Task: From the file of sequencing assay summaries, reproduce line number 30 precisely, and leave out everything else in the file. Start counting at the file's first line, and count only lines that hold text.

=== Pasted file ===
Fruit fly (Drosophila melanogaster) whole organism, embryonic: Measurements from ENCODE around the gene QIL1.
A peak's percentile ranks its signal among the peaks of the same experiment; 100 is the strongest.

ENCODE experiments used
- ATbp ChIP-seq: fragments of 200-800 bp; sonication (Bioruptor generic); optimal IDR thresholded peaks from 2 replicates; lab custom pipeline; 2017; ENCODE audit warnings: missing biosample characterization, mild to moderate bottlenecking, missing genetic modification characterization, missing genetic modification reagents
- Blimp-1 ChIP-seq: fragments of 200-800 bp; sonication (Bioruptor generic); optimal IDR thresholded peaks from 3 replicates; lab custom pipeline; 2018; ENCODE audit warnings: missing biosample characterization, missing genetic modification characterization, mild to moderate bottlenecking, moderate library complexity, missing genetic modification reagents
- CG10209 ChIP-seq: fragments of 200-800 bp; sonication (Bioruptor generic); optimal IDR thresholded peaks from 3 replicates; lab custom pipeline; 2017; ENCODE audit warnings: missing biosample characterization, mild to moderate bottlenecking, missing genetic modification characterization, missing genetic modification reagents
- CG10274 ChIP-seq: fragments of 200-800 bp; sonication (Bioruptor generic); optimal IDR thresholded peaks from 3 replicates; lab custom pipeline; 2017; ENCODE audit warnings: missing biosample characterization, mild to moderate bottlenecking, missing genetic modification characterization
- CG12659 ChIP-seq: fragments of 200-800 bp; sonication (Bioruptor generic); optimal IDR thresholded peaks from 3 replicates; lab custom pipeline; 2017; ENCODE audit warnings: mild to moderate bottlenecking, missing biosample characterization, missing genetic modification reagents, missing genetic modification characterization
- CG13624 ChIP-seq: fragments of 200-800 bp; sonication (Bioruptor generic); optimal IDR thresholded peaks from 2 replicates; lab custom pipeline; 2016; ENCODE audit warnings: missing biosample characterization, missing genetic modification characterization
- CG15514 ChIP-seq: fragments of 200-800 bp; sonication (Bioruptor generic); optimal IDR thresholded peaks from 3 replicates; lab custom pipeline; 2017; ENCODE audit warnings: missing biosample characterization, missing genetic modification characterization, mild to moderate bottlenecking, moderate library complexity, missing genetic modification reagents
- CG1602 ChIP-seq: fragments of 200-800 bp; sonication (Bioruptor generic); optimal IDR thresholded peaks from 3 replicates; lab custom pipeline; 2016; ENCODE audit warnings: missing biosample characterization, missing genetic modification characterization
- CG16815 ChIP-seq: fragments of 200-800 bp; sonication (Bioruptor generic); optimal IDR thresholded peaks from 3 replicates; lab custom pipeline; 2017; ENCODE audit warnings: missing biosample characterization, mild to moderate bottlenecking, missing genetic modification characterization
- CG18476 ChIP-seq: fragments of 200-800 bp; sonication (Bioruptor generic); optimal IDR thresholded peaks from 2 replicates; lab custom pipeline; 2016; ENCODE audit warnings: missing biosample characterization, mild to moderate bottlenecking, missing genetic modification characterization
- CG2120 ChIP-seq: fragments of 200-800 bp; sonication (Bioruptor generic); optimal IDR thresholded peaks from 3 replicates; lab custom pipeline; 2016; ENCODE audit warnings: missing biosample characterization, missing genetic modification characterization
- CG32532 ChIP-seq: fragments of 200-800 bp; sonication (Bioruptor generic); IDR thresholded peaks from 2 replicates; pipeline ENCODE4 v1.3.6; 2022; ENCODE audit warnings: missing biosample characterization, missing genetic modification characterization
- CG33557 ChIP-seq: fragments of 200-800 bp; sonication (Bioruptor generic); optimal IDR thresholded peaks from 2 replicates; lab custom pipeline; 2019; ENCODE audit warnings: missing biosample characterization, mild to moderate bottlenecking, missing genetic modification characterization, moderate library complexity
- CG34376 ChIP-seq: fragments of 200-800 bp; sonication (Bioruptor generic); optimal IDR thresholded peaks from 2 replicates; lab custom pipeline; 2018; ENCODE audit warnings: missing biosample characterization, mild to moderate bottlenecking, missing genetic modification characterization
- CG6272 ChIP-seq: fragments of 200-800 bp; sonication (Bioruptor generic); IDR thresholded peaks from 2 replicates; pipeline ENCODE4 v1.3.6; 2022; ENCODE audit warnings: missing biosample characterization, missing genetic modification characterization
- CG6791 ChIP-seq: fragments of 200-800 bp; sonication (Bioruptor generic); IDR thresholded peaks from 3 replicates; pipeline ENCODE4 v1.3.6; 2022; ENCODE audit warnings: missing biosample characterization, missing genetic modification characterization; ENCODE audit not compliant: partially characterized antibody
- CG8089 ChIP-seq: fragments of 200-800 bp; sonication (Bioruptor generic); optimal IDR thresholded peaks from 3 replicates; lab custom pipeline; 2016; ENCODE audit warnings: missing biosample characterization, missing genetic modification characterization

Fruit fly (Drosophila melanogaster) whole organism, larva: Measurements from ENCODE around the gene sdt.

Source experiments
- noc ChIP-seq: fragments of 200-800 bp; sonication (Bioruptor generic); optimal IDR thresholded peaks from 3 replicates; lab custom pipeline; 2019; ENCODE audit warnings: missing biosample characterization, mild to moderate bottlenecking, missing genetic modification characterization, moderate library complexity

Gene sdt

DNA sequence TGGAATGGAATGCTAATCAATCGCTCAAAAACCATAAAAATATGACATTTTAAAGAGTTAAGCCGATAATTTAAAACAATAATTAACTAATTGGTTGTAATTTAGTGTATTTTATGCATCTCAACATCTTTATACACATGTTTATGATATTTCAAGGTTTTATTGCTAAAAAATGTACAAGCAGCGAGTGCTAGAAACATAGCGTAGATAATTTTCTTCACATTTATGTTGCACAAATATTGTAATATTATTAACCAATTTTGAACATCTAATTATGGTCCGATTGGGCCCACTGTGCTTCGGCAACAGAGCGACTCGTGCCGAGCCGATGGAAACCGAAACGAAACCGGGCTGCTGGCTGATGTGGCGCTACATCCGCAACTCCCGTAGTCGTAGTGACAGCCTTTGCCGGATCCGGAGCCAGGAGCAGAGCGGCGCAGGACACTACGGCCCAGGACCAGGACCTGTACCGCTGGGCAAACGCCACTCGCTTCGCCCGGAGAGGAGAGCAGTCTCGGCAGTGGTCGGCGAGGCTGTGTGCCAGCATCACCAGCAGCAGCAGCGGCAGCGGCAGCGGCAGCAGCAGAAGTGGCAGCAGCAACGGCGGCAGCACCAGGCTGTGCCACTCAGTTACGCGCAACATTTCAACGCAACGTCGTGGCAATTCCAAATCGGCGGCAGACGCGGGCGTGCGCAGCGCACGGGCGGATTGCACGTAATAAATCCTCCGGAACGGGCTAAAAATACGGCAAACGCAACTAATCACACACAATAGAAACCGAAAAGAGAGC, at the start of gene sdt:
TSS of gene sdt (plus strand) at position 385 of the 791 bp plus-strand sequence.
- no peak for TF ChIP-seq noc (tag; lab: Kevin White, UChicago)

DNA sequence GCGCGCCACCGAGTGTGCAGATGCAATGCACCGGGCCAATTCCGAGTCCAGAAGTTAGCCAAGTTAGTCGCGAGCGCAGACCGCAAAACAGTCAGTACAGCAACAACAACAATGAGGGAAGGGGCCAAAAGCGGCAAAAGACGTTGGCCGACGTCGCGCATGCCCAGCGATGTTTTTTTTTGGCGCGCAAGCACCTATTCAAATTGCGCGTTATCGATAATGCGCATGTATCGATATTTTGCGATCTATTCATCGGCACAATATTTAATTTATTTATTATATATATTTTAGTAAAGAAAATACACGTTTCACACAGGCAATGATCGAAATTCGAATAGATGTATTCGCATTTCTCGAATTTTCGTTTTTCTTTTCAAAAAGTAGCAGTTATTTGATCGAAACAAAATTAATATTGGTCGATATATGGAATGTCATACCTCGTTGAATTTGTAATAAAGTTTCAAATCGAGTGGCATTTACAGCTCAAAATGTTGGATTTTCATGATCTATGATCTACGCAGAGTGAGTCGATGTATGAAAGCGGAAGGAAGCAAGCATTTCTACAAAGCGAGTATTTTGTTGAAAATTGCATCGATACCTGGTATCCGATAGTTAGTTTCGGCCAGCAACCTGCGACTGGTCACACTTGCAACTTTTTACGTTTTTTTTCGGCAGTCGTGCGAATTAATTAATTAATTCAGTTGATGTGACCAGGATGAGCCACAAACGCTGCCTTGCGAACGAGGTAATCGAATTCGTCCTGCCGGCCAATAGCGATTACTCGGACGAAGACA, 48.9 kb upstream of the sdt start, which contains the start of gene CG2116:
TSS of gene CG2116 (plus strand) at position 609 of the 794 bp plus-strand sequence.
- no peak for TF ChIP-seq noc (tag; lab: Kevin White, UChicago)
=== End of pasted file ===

- no peak for TF ChIP-seq noc (tag; lab: Kevin White, UChicago)